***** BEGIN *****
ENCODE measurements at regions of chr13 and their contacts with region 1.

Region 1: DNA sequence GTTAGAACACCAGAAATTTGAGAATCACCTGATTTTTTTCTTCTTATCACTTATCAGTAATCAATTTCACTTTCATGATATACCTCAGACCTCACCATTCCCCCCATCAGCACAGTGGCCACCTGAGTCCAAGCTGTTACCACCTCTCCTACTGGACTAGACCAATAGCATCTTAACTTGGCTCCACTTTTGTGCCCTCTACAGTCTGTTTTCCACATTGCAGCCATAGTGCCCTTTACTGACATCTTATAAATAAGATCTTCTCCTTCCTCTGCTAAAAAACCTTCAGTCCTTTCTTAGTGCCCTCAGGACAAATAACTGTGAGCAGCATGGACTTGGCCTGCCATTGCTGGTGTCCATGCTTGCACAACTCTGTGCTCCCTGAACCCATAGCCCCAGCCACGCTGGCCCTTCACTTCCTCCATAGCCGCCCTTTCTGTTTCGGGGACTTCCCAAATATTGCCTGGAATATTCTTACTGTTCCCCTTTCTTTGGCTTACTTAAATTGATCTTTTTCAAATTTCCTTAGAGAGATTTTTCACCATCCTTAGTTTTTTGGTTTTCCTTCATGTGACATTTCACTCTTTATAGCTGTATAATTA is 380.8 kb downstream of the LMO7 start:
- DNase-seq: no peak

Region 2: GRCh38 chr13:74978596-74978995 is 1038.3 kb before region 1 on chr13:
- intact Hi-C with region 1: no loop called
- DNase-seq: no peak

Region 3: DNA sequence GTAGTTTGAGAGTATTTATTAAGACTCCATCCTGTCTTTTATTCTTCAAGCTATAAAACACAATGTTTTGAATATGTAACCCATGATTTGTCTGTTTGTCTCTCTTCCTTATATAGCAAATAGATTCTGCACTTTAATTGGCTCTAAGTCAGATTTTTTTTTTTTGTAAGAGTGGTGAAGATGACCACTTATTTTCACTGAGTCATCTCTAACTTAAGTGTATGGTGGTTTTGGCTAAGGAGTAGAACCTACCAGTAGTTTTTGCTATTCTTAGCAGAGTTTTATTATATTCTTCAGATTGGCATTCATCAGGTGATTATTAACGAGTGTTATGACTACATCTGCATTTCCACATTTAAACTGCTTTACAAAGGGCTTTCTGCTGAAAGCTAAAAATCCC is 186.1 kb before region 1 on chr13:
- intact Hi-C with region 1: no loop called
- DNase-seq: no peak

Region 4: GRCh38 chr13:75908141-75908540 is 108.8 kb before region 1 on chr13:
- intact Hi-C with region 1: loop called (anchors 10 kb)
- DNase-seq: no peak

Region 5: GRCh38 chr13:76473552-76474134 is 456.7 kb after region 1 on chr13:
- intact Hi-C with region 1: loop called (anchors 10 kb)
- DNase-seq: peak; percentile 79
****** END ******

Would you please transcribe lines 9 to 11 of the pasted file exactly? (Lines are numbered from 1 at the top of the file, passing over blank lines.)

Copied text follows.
- DNase-seq: no peak

Region 4: GRCh38 chr13:75908141-75908540 is 108.8 kb before region 1 on chr13:
- intact Hi-C with region 1: loop called (anchors 10 kb)